1. Matt Ambrose: Others may get more publicity, but the 38-year-old Ambrose represents the heart and soul of Mavericks. He was there from the beginning, part of the original, Pacifica-based crew in the early 90s, and if you want to know who rides the deepest, just find out where Ambrose has positioned himself. Grant Washburn likes to joke that if there were no official contest, “We’d just hold the Matt Ambrose Challenge. Whoever gets the biggest, nastiest wave – an Ambrose wave – would win.” Once known as an underground warrior, Ambrose has become an established name after reaching the Mavericks finals in four of the past five contests. 
 
      2. Ben Andrews: This San Francisco-based surfer made a name for himself by catching a huge Mavericks wave in December of ’06, earning him a nomination for the Billabong XXL (worldwide) Monster Paddle-In award. Andrews came back to earn a similar nomination two years ago, an unforgettable image that saw him make a nearly-impossible Mavericks drop before getting buried by an avalanche of whitewater. He has drawn respect by consistently putting in time at the break–a very good way to earn a main-list invitation. 
 
       3. Grant (Twiggy) Baker: Some were surprised when this South African was voted into one of the 2006 contest’s last five slots, having never heard his name. They know it now. Baker, after taking a crash course in Mavericks surfing from Washburn, won the event with a dominant, inspirational performance. A big-wave star in his native country, Baker mastered the difficult Mavericks takeoff in a very short time, performing as if he’d surfed the place for decades. He finished second to Greg Long in the 2008 contest, won for Biggest Wave and Best Overall Performance in this year’s Billabong awards, and shared the experience of a lifetime with Long,  Mike Parsons and Brad Gerlach in January of ‘08, venturing out to Cortes Bank (off the California coast) to tow-surf waves widely recognized as the largest ever surfed. 
 
       4. Ion Banner: For a lot of locals around Half Moon Bay, Banner’s presence truly validates the event. Banner has been charging huge waves along the coast for years, without much fanfare, and he was the first Half Moon Bay surfer ever to make the main list. Always a standout in past contests, Banner gained singular recognition two years ago for his amazing air-drops and whimsical switch-stance maneuvers. He has since become a regular partner with Tim West on tow-in days.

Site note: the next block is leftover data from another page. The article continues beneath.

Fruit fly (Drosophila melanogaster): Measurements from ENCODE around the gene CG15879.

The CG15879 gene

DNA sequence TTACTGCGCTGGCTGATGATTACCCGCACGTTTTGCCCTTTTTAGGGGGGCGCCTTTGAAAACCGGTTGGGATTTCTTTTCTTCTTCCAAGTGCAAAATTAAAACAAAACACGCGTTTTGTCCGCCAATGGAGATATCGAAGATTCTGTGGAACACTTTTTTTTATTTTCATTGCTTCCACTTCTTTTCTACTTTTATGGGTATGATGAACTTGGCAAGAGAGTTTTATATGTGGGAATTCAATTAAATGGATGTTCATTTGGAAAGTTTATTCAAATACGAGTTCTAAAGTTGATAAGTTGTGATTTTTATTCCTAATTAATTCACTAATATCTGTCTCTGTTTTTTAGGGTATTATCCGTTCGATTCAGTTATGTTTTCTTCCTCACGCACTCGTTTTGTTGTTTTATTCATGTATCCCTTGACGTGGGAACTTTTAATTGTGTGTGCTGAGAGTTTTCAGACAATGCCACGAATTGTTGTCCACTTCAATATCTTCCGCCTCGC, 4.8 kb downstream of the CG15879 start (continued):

5. Chris Bertish: South African hellman who once drew notice by surfing Mavericks, then Todos Santos (Mexico) and finally Jaws (Hawaii) on a single swell. Known to pull into any barrel at any size – the quickest way to gain respect in the big-wave surfing community. The South African influence was launched several years ago when Grant Washburn, a regular in the summertime Red Bull contest, told stories of his legendary break back home. Bertish, Twiggy and a few others now try to make at least one Mavericks trip annually. 
 
       6. Carlos Burle: The best-known big-wave rider from Brazil, heralded for his strong performances in Hawaii (he’s a fixture on the Eddie Aikau contest main list), Burle makes sure he visits Maverick’s a few times each winter. He has caught some of the biggest tow-in waves on record, including a kelp-ridden monster at Ghost Tree that earned him 2009 Billabong XXL award nominations for Monster Tube and Ride of the Year. He also won Biggest Wave honors in 2002 for a Mavericks wave measured at 68 feet on the face.